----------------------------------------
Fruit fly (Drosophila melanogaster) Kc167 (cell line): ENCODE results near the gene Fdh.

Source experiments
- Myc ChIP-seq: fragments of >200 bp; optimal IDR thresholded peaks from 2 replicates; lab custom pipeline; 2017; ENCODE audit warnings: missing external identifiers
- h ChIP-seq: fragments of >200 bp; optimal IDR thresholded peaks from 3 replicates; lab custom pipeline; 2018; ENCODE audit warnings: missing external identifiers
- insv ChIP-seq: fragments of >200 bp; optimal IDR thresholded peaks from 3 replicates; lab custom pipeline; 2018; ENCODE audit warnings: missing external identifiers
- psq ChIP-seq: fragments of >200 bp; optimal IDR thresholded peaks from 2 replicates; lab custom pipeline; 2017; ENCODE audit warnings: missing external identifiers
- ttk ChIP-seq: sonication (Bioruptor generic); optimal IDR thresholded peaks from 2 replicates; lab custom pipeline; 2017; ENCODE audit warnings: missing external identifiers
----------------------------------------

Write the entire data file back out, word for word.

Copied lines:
Fruit fly (Drosophila melanogaster) Kc167 (cell line): ENCODE results near the gene Fdh.

Source experiments
- Myc ChIP-seq: fragments of >200 bp; optimal IDR thresholded peaks from 2 replicates; lab custom pipeline; 2017; ENCODE audit warnings: missing external identifiers
- h ChIP-seq: fragments of >200 bp; optimal IDR thresholded peaks from 3 replicates; lab custom pipeline; 2018; ENCODE audit warnings: missing external identifiers
- insv ChIP-seq: fragments of >200 bp; optimal IDR thresholded peaks from 3 replicates; lab custom pipeline; 2018; ENCODE audit warnings: missing external identifiers
- psq ChIP-seq: fragments of >200 bp; optimal IDR thresholded peaks from 2 replicates; lab custom pipeline; 2017; ENCODE audit warnings: missing external identifiers
- ttk ChIP-seq: sonication (Bioruptor generic); optimal IDR thresholded peaks from 2 replicates; lab custom pipeline; 2017; ENCODE audit warnings: missing external identifiers